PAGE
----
Thinking in bets

A bad decision is always considered the one that yielded a bad result. Atleast that’s how you and I would think. The book, written by Poker champion turned business consultant Annie Duke will let you unlearn a lot about how you view decisions. 

“…We are a victim of our tendency to equate the quality of a decision with the quality of its outcome. Poker players have a word for this” “resulting”. When I started playing poker, more experienced players warned me about the dangers of resulting, cautioning me to resist the temptation to change my strategy just because a few hands didn’t turn out well in the short run. Even the best decision doesn’t yield the best outcome every time. There’s always an element of luck that you can’t control, and there is always information that is hidden from view.”

That’s not the only fallacy a human brain has while processing thoughts.  There are a few that I am highlighting here for you to feel amazed and appalled all at once.

Hindsight bias: Knowing the outcome to a decision makes that outcome feel like it was inevitable, and all other possible outcomes are forgotten.

Self-serving bias: Taking credit for the good outcomes and blaming the bad outcomes to luck while watching others and attributing luck for their good outcomes while thinking bad outcomes were inevitable.

Thinking in bets is a manual that provides tangible ways to beat these fallacies and increase the quality of bets made. Life as it says, is poker and not chess. The decisions that we make in our lives such as choosing a career, business, saving and finance, lifestyle choices involve uncertainties, risk, and occasional deception, prominent elements in poker and they can be treated as “real games”. These are far from chess decisions.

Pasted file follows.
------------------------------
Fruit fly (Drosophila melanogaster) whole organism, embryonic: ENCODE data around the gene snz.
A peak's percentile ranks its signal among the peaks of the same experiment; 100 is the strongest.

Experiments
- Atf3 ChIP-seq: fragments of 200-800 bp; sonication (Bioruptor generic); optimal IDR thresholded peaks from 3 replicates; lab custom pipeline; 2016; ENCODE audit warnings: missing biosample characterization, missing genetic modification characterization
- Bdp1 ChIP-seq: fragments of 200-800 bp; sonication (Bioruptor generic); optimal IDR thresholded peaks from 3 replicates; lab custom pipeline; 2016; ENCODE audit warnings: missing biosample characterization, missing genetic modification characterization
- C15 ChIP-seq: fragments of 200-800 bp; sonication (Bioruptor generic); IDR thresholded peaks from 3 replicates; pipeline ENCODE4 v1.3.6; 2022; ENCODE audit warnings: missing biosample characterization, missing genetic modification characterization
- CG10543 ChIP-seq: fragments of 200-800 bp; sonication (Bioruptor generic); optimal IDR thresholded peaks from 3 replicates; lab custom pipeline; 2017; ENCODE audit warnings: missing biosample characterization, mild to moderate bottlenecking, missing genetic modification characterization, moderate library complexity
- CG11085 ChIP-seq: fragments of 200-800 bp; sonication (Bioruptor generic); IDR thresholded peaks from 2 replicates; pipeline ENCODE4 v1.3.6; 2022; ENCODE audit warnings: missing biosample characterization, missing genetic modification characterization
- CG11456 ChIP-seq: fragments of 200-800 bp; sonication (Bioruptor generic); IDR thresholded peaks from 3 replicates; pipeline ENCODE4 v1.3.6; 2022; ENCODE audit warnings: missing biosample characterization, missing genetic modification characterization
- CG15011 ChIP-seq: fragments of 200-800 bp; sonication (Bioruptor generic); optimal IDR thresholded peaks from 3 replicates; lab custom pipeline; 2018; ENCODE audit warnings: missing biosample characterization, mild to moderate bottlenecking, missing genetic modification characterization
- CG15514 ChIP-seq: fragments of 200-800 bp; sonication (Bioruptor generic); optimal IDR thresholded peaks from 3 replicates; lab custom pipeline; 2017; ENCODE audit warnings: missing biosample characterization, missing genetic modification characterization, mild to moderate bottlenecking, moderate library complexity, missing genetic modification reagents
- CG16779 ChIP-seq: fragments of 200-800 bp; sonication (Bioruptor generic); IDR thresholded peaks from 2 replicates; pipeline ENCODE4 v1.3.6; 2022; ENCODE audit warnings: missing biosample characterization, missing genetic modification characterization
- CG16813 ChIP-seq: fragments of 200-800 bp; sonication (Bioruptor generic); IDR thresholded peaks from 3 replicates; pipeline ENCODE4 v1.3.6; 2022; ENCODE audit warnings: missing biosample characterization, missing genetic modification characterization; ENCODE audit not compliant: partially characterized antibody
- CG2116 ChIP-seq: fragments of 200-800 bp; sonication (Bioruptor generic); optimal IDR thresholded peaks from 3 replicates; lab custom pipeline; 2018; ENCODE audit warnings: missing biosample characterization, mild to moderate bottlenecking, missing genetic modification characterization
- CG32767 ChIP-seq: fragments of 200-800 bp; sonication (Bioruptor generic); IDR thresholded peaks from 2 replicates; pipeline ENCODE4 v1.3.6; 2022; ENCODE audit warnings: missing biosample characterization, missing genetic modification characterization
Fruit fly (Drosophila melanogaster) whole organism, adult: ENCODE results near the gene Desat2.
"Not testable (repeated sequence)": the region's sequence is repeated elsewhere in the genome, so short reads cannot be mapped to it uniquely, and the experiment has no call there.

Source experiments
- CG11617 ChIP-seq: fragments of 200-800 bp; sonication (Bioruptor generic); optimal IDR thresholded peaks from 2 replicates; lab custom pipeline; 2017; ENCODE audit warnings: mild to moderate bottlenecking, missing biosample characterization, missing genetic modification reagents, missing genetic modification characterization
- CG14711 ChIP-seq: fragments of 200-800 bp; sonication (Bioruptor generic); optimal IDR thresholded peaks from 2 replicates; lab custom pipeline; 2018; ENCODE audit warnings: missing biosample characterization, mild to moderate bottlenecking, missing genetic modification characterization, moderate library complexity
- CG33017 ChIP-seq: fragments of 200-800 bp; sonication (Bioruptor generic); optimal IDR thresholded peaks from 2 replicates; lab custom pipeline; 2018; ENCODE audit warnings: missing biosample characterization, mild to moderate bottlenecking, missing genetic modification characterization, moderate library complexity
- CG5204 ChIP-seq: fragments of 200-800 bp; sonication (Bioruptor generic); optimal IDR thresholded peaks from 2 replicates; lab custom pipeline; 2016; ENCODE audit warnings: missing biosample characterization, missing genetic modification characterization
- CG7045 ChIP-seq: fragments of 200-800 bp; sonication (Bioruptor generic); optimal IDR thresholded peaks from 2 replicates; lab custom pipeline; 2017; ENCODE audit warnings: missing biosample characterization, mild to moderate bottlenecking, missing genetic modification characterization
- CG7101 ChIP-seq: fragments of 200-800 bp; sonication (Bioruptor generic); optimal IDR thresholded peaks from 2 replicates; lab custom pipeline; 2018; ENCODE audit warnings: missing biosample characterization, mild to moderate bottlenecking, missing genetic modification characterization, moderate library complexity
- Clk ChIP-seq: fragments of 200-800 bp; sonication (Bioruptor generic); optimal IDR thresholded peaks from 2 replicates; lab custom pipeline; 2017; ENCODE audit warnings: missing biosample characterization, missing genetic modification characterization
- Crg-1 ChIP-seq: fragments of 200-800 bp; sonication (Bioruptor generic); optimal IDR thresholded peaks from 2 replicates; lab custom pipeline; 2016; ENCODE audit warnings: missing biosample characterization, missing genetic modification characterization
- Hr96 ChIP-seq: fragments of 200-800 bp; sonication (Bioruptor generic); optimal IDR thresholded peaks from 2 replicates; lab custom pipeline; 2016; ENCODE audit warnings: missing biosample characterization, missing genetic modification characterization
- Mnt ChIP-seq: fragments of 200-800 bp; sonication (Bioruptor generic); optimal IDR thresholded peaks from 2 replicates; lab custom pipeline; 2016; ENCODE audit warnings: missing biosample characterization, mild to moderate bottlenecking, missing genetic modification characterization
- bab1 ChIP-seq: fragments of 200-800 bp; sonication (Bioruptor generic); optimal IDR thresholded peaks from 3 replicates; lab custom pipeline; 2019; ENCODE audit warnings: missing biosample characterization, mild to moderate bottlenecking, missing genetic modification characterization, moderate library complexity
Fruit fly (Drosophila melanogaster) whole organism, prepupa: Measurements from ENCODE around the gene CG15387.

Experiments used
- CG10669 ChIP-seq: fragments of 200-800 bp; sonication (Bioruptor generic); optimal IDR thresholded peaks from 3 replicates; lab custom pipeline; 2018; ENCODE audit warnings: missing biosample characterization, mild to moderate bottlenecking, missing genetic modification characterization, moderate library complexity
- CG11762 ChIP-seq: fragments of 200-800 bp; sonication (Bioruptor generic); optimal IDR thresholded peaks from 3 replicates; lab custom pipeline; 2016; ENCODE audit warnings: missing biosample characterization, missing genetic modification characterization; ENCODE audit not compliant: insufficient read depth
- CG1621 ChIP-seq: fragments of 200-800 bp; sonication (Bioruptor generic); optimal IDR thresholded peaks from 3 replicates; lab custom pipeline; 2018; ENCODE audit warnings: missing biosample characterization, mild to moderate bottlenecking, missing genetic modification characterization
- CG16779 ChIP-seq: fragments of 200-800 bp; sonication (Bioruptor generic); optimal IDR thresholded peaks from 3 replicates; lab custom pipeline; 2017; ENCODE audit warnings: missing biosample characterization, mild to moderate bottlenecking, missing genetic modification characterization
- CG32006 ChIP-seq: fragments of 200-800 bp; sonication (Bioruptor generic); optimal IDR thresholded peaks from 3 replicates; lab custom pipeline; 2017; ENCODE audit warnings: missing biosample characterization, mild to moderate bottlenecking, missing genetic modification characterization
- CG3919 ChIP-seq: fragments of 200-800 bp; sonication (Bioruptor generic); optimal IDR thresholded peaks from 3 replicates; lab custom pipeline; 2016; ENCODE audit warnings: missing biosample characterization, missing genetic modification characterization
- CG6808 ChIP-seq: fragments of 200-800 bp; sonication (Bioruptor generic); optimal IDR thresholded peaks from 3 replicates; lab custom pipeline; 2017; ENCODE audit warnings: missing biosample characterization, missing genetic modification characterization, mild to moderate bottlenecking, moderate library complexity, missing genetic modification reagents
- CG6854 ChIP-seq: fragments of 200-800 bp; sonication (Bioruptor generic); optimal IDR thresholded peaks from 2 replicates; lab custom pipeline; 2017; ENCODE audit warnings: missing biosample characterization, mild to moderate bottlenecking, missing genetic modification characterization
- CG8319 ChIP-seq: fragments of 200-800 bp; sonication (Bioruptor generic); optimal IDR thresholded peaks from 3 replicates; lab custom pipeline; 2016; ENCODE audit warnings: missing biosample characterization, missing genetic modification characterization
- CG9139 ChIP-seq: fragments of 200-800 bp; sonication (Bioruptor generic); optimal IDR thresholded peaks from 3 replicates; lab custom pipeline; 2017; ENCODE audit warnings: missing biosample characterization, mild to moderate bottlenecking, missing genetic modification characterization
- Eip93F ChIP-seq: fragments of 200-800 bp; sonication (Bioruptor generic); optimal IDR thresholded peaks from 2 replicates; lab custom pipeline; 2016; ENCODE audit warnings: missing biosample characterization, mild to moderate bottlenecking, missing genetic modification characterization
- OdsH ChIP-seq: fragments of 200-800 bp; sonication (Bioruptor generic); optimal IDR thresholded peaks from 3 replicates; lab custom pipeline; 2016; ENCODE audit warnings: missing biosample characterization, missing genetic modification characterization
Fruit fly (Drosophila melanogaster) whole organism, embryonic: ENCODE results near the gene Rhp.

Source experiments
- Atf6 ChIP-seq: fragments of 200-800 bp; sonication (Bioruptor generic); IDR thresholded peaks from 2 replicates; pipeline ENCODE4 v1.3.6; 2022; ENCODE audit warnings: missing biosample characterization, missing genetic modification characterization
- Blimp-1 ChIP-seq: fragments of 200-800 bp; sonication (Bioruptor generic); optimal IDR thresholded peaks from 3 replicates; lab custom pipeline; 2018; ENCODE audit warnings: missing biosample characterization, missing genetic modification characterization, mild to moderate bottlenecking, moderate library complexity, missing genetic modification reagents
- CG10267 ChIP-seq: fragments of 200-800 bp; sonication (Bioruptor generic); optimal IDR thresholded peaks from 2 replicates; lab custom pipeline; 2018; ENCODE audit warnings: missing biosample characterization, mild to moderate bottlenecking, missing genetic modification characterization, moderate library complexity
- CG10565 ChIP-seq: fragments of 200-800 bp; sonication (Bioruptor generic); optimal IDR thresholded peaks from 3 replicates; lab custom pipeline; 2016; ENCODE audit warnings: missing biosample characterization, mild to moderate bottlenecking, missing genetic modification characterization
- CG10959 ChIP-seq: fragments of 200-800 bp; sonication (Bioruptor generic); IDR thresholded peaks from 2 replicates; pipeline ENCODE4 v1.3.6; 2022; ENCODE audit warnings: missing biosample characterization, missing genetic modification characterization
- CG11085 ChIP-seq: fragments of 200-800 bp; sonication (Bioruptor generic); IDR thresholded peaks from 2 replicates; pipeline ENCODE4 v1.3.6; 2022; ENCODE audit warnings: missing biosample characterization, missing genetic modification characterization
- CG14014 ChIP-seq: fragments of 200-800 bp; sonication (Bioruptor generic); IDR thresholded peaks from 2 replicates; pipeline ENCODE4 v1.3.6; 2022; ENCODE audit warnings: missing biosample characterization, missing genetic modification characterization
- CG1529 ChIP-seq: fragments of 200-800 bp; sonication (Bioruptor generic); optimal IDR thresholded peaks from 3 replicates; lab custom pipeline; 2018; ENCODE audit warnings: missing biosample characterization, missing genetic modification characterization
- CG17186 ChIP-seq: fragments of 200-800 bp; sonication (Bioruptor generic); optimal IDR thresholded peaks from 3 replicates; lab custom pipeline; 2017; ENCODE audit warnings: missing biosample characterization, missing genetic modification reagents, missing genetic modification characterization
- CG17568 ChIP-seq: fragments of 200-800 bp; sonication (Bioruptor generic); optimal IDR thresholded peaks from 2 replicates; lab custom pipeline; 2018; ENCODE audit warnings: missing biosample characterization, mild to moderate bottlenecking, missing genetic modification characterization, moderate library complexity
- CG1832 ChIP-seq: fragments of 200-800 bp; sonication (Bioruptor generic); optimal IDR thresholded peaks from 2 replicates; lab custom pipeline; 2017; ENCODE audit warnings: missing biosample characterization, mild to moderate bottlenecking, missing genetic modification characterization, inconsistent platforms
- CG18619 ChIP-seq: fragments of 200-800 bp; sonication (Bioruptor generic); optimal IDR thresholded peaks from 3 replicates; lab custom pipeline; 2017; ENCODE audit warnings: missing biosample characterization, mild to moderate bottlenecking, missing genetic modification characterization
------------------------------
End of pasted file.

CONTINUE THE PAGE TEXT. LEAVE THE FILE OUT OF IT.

Chess, for all its strategic complexity, isn’t a great model for decision-making in life, where most of our decisions involve hidden information and much greater influence of luck. Poker, in contrast, is a game of incomplete information.

The book is divided into six comprehensive chapters namely: Life is Poker, not Chess. Wanna Bet?, Bet to Learn: Fielding the Unfolding Future, The Buddy System, Dissent to Win, Adventures in mental time travel

Few takeaways for me:

  • You should speak less dogmatically when you don’t know all the facts. You rarely know all the facts
  • Confirmation bias prompts you to interpret data in defective ways and the more intelligent you are the worse that problem is.
  • Don’t confuse a good decision that led to poor results with a bad decision. Sometimes you just get unlucky.
  • Don’t make decisions based on immediate fulfilment—redefine happiness considering a lifetime goal rather than the instant results.
  • Have a community of people to help keep you from making impulsive decisions.

What could have gone better?

  • More techniques could have been elaborated
  • Gets repetitive at points, could have been concise to make better impact
  • Title of the book can be misleading, in my opinion

Overall, as an all-inclusive yet quick read filled with numerous examples, this book has morphed how I view my problem sets. I find myself challenging the confidence levels in my beliefs, trying to learn from other’s outcomes to develop my beliefs, and make my own uncertainty clear when communicating decision processes. The book has inspired me to make more thought through and mindful decisions.

The views and opinions published here belong to the author and do not necessarily reflect the views and opinions of the publisher.

Megha Chaturvedi
Megha is a passionate storyteller with over 12 years of experience supporting various organisations helping them shape their communication strategies. An ambivert, Megha wants to be constantly educated by new people, ideas, stories, hobbies, and places. In her part time, Megha does pro-bono consulting, mentors students and stalks brands on social media.

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